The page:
The need for infrastructure to move future freight

This look at the future of moving freight in the United States suggests there is work to be done in developing the necessary infrastructure:

The scale of the infrastructure that moves our stuff is staggering, yet we hardly notice it beyond appreciating how fast a book has arrived or growing agitated with double-parked delivery trucks. But the ships, trains, trucks, ports, rails, roads, and support structure that facilitates the metabolism of our society will soon be more visible. The Census Bureau estimates a nearly 20 percent population increase by 2040—that’s one new person every 12 seconds who needs and wants stuff…

As ships bring bigger swells of goods and ask for quicker turnaround times, the ports are focusing on how to get those goods off the ship and on the roads or rails faster. So while ships are maximizing economies, ports are focusing on efficiency. “We are using less to move more,” said Curtis Foltz, executive director of the Georgia Ports Authority, echoing the company tagline (“we use less to move more”). The authority recently converted as much equipment as possible from diesel to electric, including cranes that generate 30 percent of their own power from gravity, and efficient rack systems for growing numbers of “reefers,” or refrigerated containers…

The DOT estimates an 88 percent increase in rail freight demand by 2035, and Forbes recently predicted that rail will become the most important logistics system of the 21st Century. The reliability and efficiency of rail is already eating into trucking’s market share, as trains are increasingly used for hauls as short as 500 miles, formerly only the domain of trucks. But increasing capacity of the country’s 140,000-mile rail network and its upkeep will require huge capital expenditure, estimated by the Federal Railroad Administration to reach $149 billion over the next 20 years…

The Federal Highway Administration has some numbers to consider: In 2011, approximately 11 million trucks moved 16.1 billion tons of freight worth $14.9 trillion. This level of activity caused recurring peak-period congestion on 10 percent of the National Highway System. Now consider that commercial vehicles currently account for only 9 percent of all vehicle highway miles traveled. Think rush hour is bad now? The FHA estimates that in the next 30 years, there will be 60 percent more trucks, translating to significant slowing on 28,000 miles of the NHS during peak hours, and stop-and-go conditions on an additional 46,000 miles.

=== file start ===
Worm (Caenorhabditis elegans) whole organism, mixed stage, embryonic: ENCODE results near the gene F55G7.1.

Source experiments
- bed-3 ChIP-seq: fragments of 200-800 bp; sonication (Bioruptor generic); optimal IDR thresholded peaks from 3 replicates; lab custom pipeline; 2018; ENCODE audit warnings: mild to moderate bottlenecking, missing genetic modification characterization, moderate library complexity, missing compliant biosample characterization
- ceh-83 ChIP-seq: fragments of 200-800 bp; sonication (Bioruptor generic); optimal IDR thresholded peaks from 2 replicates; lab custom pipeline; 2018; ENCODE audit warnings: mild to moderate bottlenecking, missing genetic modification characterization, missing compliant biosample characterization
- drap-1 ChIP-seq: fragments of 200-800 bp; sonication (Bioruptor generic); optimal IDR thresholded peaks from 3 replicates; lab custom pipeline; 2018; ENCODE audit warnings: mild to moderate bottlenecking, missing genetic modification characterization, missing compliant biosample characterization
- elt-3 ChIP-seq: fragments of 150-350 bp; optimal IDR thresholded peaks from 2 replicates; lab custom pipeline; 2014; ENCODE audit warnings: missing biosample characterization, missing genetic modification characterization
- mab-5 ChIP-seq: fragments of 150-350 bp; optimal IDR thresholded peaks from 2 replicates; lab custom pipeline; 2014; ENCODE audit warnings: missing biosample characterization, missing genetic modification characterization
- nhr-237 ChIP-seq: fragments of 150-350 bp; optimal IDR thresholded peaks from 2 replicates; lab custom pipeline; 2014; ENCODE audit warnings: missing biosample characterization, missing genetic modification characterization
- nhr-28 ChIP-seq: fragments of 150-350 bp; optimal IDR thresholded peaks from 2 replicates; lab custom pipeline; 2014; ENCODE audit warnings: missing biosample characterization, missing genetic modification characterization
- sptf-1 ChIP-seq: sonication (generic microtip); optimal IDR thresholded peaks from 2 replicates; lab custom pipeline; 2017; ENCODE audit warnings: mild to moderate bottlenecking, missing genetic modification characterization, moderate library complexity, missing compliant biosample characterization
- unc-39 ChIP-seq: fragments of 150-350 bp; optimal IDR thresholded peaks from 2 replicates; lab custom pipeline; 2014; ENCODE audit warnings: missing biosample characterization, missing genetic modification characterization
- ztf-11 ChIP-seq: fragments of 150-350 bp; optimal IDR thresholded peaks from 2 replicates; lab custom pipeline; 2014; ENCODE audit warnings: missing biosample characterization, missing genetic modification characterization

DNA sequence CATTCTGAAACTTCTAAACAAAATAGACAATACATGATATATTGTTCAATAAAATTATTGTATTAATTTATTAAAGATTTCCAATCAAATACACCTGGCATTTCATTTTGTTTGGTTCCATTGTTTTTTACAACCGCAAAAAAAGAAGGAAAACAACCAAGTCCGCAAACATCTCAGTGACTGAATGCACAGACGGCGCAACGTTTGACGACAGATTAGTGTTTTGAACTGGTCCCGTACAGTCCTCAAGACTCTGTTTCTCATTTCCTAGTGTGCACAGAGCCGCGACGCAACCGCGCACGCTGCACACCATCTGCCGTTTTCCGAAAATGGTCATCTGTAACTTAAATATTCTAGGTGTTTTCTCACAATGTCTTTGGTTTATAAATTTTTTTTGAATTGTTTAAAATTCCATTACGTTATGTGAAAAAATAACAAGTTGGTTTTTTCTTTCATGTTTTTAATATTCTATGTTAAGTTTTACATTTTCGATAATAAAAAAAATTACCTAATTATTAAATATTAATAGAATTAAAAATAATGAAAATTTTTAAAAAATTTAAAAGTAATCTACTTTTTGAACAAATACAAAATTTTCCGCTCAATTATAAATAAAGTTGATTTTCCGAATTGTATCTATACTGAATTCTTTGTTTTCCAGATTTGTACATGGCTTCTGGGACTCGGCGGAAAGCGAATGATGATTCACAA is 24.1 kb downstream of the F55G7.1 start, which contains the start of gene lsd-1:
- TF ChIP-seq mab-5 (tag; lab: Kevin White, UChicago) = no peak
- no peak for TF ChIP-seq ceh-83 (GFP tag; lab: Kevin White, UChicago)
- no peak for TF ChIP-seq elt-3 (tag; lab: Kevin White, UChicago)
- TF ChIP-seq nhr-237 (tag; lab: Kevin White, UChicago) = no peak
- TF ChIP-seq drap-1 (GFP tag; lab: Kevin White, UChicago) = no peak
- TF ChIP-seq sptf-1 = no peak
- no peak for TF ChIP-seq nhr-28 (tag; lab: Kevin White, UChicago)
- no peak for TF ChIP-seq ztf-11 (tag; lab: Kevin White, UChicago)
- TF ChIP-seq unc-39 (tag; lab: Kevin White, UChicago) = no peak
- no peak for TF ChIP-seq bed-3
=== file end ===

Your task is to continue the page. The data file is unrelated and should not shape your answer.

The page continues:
There may be a lot of interest in driverless cars but it just be “old” technologies like ships and railroads that keep the flow of goods moving as well as large trucks. When you think about, the whole system is quite amazing: transporting enough goods for 300+ million people requires a lot of coordination and energy.

It will be interesting to see who pays for these upgraded structures; improving ports, for example, could be economic boosts but they are not usually sexy projects and there are plenty of more immediate quality-of-life issues that get more attention (education, health care, etc.) Would consumers complain if the cost of their relatively cheap goods went up to pay for some of these improvements?

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